The Commercial Leading Index (CLI) provides insight on early signals of turning points between expansions and slowdowns in commercial real estate. The BCREA CLI "forecasts changes in broad commercial real estate activity. [Their] research shows that the variables that compose the CLI reliably forecast BC commercial real estate activity at a lag of two to four quarters. The index is revised each quarter, due to revisions in the underlying data". 

For the fifth consecutive quarter, the CLI has seen another rise in index points of 0.5 from the 2016 Q4 to 2017 Q1. The index is now 128.0 which is a 4% increase from a year ago and a 0.4% increase on a quarterly basis. The economic activity and employment components of the CLI have been contributing factors to the economic and employment growth in the province and BC has been continually leading all provinces in this type of growth. There are indications of further growth in investment, leasing and other commercial real estate over the next two to four quarters as signaled by the CLI trend.

The increase in the CLI is reflective of the economic growth in BC with its real GDP growth exceeding 3%, which is the second time this has occurred in the past 37 years. This can be attributable to key commercial sectors such as retail and wholesale trade along with the increase in manufacturing sales. As for employment, 2016 ended on a high note with an increase of over 3% in employment which has trickled into 2017.

For all your commercial and residential real estate needs, contact Amalia Liapis at 604-618-7000 or alternatively at amalia@wesellvancouver.ca

Source: British Columbia Real Estate Association

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It's no surprise that the ongoing trend of housing demand outpacing supply has followed us into the month of May. Let's look back at April 2016 statistics to solidify our understanding of the housing market. 

There has been an increase of 30.3% residential unit sales when comparing April 2016 to April 2015 with a total of 12,969 units recorded. The total sales dollar volume was $9.64 Billion which is a 52.7% increase compared to the same period in time last year. Looking at the average MLS® residential price in BC of $743,640 shows a year-over-year increase of 17.2%. 

“Housing demand is exceptionally strong across the southern regions of the province,” said Cameron Muir, BCREA Chief Economist. “Consumers appear to be particularly active in the Vancouver Island, the Fraser Valley and the Thompson/Okanagan regions.” “Strong employment growth is helping underpin consumer confidence,” added Muir. 

Despite what appears to be a period of higher than normal unemployment, there has been an additional 78,000 workers employed in BC in the first quarter of 2016 which is a 3.5% increase in comparison to the same period last year. Looking at the year-to-date statistics, the BC residential sales dollar volume is sitting at $31.2 Billion (64.3% increase), unit sales total 28,028 units (36.2% increase) and the average MLS® residential price is currently $761,860 (20.6% increase). Take a look below for a regional breakdown of MLS comparative data and the changes from April 2015 to April 2016. 

Source: British Columbia Real Estate Association (BCREA)

For all your real estate needs, contact Amalia Liapis by e-mail at amalia@wesellvancouver.ca or alternatively by phone at 604-618-7000.

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Join us in this three part series on Canada's financial perspective featuring blogs on the (1) Mortgage Rate Outlook (2) Economic Outlook and (3) Interest Rate Outlook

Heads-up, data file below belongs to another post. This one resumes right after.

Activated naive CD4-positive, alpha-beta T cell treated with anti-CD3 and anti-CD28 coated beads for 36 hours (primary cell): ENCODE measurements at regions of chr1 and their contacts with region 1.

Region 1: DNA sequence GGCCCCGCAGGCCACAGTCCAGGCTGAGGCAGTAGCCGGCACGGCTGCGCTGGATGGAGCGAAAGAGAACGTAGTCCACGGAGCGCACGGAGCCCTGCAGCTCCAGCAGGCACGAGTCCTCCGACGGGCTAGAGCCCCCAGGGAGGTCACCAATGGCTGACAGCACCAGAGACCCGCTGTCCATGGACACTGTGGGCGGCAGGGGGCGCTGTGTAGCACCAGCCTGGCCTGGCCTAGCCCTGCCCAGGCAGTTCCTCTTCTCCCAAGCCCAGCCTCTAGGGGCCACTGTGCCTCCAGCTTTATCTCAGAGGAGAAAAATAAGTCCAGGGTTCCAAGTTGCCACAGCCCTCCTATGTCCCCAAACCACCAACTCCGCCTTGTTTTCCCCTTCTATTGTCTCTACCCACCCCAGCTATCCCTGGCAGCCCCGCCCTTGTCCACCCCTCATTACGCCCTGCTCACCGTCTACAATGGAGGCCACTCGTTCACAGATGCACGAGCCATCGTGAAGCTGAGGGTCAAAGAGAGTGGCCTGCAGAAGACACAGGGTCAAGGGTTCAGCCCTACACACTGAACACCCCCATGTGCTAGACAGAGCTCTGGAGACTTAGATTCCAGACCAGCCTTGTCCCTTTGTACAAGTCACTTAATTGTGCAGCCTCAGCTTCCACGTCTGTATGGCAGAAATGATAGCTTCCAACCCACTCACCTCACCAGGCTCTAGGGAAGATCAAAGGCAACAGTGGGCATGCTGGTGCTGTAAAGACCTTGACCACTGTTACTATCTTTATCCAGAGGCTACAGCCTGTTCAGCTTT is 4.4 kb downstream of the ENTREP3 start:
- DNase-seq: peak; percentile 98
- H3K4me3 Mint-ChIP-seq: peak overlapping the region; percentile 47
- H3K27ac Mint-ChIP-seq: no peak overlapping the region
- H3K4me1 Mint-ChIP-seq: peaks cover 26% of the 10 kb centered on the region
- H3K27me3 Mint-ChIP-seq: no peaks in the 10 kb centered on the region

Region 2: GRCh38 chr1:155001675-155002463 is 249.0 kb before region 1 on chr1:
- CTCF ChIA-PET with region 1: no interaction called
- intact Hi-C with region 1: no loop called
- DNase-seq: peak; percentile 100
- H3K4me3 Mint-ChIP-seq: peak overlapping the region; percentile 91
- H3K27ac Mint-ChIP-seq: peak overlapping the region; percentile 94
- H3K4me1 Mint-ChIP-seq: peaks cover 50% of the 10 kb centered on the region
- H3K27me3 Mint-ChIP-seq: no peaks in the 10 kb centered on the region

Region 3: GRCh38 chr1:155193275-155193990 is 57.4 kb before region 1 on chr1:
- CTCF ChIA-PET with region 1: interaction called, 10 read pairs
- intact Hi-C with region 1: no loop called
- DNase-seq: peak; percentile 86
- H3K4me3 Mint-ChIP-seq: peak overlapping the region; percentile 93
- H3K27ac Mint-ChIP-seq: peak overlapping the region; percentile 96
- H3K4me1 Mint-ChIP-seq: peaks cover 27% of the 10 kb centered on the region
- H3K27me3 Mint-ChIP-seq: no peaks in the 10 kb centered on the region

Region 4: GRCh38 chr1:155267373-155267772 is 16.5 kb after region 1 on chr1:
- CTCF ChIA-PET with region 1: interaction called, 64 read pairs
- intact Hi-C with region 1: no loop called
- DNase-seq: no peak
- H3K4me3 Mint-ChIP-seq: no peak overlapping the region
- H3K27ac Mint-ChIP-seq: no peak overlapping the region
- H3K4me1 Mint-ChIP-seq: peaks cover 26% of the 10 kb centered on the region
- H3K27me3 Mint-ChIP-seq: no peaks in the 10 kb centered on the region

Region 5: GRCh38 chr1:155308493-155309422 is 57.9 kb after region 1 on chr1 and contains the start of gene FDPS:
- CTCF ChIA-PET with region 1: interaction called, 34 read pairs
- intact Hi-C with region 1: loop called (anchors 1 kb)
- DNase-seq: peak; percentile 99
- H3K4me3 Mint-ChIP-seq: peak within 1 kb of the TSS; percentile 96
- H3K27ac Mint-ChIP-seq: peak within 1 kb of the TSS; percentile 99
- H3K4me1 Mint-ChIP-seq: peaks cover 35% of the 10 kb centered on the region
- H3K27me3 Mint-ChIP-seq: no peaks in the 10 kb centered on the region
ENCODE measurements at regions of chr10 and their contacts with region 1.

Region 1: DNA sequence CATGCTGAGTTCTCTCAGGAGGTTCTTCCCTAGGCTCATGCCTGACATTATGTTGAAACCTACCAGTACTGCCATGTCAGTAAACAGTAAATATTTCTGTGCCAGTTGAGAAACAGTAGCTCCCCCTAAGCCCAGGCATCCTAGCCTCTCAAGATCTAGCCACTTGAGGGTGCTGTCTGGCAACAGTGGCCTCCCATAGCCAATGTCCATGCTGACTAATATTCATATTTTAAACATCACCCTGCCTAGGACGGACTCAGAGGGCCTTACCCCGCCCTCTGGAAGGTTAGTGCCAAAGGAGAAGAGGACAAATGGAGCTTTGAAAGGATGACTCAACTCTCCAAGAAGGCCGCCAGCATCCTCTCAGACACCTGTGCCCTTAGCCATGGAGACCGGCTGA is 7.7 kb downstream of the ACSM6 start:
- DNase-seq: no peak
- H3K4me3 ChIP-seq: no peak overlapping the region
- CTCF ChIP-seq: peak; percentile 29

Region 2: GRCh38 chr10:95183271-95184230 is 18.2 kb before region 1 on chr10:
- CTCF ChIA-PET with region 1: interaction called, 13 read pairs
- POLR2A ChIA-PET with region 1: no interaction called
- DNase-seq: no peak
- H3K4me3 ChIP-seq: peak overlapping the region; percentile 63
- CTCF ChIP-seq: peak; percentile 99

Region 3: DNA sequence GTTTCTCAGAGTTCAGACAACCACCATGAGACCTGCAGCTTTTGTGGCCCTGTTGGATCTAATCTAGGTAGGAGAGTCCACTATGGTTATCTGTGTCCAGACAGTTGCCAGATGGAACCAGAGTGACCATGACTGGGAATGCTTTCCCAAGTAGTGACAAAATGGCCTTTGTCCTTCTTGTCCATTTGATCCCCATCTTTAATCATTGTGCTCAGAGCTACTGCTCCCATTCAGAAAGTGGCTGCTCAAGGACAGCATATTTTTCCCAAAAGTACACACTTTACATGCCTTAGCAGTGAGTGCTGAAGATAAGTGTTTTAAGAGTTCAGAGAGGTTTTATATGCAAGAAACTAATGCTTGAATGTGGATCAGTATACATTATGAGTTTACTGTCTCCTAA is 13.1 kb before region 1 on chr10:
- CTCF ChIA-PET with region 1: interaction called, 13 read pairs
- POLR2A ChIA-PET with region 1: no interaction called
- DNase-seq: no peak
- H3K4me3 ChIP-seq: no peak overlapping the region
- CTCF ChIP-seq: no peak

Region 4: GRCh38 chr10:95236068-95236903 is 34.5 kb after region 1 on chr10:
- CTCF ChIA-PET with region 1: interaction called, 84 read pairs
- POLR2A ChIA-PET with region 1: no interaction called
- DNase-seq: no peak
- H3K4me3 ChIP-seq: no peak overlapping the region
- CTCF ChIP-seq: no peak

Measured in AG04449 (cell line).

Interest Rate Outlook

The Agreement between the Bank of Canada and the Goverment of Canada for the Inflation-Control Target was renewed in 2016. The Bank of Canada has a mandate to keep an inflation-control target range of 1-3% with 2% as being the midpoint target over the medium-run. This target is the year-over-year increase in the total consumer price index (CPI) which is the most relevant cost of living measure for most Canadians. Keeping the inflation target in mind, the Bank of Canada has to maintain a delicate balance given the current state of the economy as well as inflation trending near its target

The low oil prices have taken a snowball effect as it continues to increase unemployment in energy producing provinces while simultaneously causing a weaker Canadian dollar which in turn makes the cost of imported goods more expensive. The BCREA expects a continued weak economic growth for the first quarter. However, with "the possibility of an effective fiscal stimulus, a stronger US economy and a stabilization of oil prices points to stronger growth ahead" (BCREA, 2016).

"After standing on the sidelines for years, the Bank unexpectedly cut its benchmark [interest] rate twice last year in an attempt to stimulate a Canadian economy waylaid by low oil prices" (CBC, 2016). Since then, there have been some signs of improvement. There is potential for the Bank of Canada to reduce rates once more in 2016 although the BCREA's expectation is that the Bank will remain on the sidelines throughout the year. The Bank of Canada has elected to keep its benchmark lending rate at 0.5%. In a broad sense, the Bank will reduce rates when the economy needs to be stimulated or alternatively, would increase rates when it needs to pump the brakes on inflation. 

Source: British Columbia Real Estate Association + CBC Business

Thanks for joining us in this three part series on the Canadian Financial Outlook. For all your real estate needs, contact Amalia Liapis at amalia@wesellvancouver.ca or alternatively, at 604-618-7000.

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Join us in this three part series on Canada's financial perspective featuring blogs on the (1) Mortgage Rate Outlook (2) Economic Outlook and (3) Interest Rate Outlook

Economic Outlook